Pope Benedict XVI greets the crowd after praying the Angelus from the window of his apartment overlooking St. Peter's Square at the Vatican June 17. CNS photo/Paul Haring

Lived faith, service, charity keys to evangelization, says synod text

By  Cindy Wooden, Catholic News Service
  • June 19, 2012

VATICAN CITY - Catholics who act like their faith has nothing to do with daily life and a church structure that is more bureaucracy than service are two impediments to the church's ability to proclaim faith in Jesus, said the working document for the next world Synod of Bishops.

"Every one of the church's actions has an essential evangelizing character and must never be separated from the duty to help others encounter Christ in faith," said the document that will guide the work of the synod, scheduled for Oct. 7-28 at the Vatican.

Pope Benedict XVI chose as the synod's theme: "The New Evangelization for the Transmission of the Christian Faith."

The working document, released June 19, said the bishops and other synod participants will focus on: faith in Jesus as the heart of evangelization; how changes in the world impact belief and the practice of the faith; how liturgy, catechesis and charitable activity do or should bring people to faith; and a look at particular ways Catholics evangelize and educate people in the faith.

The new evangelization, it said, "will also involve the courage to denounce the infidelities and scandals" within the church and "to acknowledge faults while continuing to witness to Jesus Christ."

Looking within the church, the document said, "many lament the excessive bureaucratic character" of church structures, which are "perceived as being far removed from the average person and his everyday concerns."

The synod's working document is based on responses to a long outline and questionnaire published in March 2011. The responses came from 114 bishops' conference, 26 Vatican offices and the international unions of superior generals of men's and women's religious orders, said Archbishop Nikola Eterovic, secretary-general of the synod.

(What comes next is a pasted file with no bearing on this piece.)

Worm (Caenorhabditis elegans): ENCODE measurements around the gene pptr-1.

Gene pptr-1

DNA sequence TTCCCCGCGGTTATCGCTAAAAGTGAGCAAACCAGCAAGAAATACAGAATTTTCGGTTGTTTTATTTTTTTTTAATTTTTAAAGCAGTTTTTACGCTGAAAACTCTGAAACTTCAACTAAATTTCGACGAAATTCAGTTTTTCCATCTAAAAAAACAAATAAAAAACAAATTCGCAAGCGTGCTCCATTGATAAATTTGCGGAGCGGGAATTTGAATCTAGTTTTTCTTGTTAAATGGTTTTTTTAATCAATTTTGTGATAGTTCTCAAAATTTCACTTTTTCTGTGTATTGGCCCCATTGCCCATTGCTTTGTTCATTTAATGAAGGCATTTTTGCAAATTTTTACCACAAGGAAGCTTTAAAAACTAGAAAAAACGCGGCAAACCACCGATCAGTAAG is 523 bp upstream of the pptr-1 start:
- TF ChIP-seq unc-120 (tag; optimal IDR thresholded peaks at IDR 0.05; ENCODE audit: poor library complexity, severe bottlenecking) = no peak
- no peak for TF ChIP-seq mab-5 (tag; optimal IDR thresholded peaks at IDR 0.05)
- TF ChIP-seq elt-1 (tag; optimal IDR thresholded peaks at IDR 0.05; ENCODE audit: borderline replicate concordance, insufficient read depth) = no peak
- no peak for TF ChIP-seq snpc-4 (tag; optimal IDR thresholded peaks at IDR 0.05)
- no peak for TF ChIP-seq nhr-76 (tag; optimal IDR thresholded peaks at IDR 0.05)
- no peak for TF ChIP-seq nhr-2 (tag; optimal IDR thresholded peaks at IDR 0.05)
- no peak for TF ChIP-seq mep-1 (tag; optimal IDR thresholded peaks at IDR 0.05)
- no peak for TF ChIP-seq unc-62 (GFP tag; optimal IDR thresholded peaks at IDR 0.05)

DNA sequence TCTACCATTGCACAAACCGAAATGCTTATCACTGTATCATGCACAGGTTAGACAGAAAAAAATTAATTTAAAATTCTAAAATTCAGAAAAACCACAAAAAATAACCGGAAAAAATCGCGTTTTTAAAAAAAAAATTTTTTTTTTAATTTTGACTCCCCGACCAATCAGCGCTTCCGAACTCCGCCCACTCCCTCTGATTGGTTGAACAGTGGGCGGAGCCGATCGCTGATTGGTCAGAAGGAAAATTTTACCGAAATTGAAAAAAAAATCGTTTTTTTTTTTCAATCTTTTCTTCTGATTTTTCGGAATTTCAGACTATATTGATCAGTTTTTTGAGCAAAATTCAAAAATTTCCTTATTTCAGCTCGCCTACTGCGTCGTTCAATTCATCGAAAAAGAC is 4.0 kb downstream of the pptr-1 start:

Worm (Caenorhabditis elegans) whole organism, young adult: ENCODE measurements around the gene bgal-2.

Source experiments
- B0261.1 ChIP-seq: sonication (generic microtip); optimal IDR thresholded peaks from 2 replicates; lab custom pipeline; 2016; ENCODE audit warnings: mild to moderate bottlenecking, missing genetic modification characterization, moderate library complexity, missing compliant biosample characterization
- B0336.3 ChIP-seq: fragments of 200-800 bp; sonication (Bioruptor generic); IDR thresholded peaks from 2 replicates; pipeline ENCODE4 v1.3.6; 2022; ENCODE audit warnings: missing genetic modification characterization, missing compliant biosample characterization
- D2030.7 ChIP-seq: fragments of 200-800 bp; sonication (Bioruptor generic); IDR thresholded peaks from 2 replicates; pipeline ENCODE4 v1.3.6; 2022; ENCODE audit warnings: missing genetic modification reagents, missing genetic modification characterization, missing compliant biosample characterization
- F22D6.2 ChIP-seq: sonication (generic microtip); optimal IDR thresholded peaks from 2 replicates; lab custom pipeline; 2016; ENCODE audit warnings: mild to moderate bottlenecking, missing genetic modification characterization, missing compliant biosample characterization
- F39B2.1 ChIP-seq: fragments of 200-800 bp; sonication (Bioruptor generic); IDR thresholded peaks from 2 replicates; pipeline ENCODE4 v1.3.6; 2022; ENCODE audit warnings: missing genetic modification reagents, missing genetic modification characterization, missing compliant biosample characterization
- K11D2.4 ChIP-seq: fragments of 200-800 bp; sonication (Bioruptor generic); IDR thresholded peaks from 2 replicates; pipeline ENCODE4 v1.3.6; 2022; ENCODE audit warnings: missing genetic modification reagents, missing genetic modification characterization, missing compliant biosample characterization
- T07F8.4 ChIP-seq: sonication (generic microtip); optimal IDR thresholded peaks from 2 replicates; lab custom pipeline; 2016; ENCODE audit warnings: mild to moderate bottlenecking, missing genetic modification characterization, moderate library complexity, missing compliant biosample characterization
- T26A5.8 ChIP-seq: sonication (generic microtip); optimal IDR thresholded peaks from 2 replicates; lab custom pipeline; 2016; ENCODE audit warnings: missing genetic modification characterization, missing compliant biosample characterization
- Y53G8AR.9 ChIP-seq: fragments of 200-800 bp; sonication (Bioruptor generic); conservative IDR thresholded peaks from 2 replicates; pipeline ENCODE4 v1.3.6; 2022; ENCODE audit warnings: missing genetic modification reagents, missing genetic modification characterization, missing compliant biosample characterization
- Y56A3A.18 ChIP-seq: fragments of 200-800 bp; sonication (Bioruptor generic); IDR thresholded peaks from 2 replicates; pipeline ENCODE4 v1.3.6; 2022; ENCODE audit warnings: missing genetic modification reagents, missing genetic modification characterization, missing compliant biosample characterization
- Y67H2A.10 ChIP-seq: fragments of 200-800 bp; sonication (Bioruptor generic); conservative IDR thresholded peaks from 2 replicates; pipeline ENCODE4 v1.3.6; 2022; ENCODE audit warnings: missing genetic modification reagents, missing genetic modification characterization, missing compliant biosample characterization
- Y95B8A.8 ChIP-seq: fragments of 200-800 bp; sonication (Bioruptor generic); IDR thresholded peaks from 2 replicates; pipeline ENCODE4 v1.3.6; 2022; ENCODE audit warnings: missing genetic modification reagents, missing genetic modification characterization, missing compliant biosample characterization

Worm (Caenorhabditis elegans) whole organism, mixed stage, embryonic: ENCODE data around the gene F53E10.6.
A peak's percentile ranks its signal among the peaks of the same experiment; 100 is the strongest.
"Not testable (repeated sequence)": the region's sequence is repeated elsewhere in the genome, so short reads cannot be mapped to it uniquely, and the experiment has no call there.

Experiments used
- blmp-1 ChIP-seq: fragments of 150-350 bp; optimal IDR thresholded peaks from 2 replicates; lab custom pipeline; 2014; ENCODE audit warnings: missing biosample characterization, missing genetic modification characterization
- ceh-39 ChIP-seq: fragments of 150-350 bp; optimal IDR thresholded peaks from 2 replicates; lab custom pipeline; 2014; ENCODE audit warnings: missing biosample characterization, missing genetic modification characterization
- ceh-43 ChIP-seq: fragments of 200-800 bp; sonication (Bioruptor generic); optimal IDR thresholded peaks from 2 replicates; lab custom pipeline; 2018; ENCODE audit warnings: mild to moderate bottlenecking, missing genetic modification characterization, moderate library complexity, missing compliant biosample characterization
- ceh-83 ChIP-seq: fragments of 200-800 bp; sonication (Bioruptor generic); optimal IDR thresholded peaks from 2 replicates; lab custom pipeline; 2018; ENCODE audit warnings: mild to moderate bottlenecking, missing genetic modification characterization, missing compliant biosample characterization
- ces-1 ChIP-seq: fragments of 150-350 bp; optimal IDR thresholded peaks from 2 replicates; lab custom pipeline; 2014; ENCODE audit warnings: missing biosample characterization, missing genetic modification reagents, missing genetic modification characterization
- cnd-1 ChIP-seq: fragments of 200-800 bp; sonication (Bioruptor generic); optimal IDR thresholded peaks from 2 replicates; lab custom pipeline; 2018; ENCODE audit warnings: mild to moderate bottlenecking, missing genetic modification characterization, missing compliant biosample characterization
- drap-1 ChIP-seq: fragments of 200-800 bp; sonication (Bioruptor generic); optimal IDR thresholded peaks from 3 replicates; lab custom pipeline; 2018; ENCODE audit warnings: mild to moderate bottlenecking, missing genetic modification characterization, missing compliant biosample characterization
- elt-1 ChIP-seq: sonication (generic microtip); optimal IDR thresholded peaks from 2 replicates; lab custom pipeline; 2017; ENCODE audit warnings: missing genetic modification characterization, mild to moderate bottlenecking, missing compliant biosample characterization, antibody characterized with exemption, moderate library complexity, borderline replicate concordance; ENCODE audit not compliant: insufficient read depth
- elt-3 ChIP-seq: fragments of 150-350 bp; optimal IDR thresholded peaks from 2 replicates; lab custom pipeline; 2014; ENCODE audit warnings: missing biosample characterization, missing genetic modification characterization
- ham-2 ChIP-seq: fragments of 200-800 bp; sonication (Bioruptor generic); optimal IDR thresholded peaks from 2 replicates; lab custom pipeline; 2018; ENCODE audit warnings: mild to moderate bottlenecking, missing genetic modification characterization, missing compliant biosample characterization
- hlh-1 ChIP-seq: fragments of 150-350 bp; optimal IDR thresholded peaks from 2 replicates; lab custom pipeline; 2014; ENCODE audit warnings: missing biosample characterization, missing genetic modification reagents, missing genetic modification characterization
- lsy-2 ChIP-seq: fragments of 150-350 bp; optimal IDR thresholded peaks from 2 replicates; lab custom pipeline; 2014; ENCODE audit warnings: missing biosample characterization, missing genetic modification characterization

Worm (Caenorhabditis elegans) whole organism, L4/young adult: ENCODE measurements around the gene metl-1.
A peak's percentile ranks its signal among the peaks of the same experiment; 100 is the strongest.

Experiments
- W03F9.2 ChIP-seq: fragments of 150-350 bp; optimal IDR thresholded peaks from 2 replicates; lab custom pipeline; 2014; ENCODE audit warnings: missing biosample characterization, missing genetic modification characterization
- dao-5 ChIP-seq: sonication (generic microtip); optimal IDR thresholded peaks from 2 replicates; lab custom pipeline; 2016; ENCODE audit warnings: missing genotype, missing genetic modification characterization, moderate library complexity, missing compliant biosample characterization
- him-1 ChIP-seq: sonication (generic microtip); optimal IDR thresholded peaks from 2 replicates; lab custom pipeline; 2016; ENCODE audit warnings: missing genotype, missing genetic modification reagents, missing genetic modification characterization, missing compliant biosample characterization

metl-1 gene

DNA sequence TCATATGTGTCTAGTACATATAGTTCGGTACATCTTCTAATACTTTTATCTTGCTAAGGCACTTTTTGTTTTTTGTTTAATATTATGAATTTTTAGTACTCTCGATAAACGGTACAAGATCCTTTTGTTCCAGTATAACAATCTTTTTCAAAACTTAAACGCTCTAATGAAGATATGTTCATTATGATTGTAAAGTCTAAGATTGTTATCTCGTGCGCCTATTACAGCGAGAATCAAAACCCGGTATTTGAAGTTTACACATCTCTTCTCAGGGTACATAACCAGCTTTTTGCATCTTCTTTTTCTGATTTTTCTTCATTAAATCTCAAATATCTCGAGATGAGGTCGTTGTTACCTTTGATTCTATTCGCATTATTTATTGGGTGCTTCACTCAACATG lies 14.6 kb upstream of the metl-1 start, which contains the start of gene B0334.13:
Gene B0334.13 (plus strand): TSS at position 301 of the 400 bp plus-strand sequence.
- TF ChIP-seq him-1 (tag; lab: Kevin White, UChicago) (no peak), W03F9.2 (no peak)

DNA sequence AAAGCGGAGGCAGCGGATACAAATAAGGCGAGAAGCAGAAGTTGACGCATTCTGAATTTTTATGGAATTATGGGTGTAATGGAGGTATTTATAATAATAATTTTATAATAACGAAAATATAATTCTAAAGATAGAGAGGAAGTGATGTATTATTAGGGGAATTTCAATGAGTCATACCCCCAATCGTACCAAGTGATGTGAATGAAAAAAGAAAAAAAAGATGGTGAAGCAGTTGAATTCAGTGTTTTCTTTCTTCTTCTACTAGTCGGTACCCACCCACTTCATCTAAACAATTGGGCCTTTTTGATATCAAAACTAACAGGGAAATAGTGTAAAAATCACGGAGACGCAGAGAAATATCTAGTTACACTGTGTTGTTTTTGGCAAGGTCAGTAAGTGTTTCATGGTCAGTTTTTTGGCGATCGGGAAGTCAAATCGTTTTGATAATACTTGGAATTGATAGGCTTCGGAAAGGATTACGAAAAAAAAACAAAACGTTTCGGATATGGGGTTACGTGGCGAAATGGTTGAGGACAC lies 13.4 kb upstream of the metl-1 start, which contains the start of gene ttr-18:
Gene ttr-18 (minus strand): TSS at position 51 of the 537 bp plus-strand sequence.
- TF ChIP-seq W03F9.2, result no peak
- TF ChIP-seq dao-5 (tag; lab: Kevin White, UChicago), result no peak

"Some responses," the document said, "complained of the excessively formal character of liturgical celebrations, an almost routine celebration of rituals and the lack of a deep spiritual experience, which turn people away instead of attracting them."

At a news conference June 19, Archbishop Eterovic said the synod will attempt to respond to "the need for new instruments and new expressions to make the word of God understandable in the lives of contemporary man."

Pope Benedict called the synod to respond to a situation where, "because of a lack of faith, various particular churches are witnessing a decline in sacramental and Christian practice among the faithful to the point that some members can even be called 'nonbelievers,'" the document said.

During the synod, the church also will mark the 50th anniversary of the opening of the Second Vatican Council and the launch of the Year of Faith called by Pope Benedict to energize Catholics and Catholic communities and promote a deeper knowledge of the essential tenets of faith.

"The Year of Faith will remind us of the foundation of the new evangelization: faith in Jesus Christ," Archbishop Eterovic said.

In evaluating signs that call for a renewed evangelization of the baptized, the working document cited: "a weakening of faith in Christian communities, a diminished regard for the authority of the magisterium, an individualistic approach to belonging to the church, a decline in religious practice and a disengagement in transmitting the faith to new generations."

The document said cultural changes, especially secularization -- accelerated and spread by globalization and greater global access to media -- are creating a situation in which many people see faith as unimportant, old fashioned or simply irrelevant to modern life.

At the same time, it said, more and more people show signs of despair, selfishness, loneliness and a lack of purpose in life.

Faith in Jesus Christ brings the joy, enthusiasm, hope and love people need to live better lives, it said.

When faith effectively transforms people's lives, it said, the results are "families which are a true sign of love, sharing and a hope which is open to life; communities equipped with a true ecumenical spirit; the courage to support initiatives for social justice and solidarity; and the joy of giving one's life to the priesthood or the consecrated life."

The document said a major challenge to the new evangelization is the growing idea that faith is opposed to freedom and that the church's claims to know what is true is suspect or even dangerous.

Many people today show "a widespread disorientation, which leads to forms of distrust of all that has been passed down about the meaning of life and to an unwillingness to adhere in a total, unconditional manner to what has been revealed as the profound truth of our being," the document said.

While many Catholics who question the church's claims of truth may continue to do good works, without the strength of faith and the support of the Christian community, it said, their good works are bound to weaken over time and their activity will lose its power to bring others to Christ.

One of the most effective ways to show people how faith brings true freedom, it said, is through "the witness-value" of devoting one's life "in love to those who are lonely, marginalized or rejected, precisely because the face of Christ is reflected in these people."

Archbishop Eterovic told reporters, "Charity should be the language of the new evangelization."

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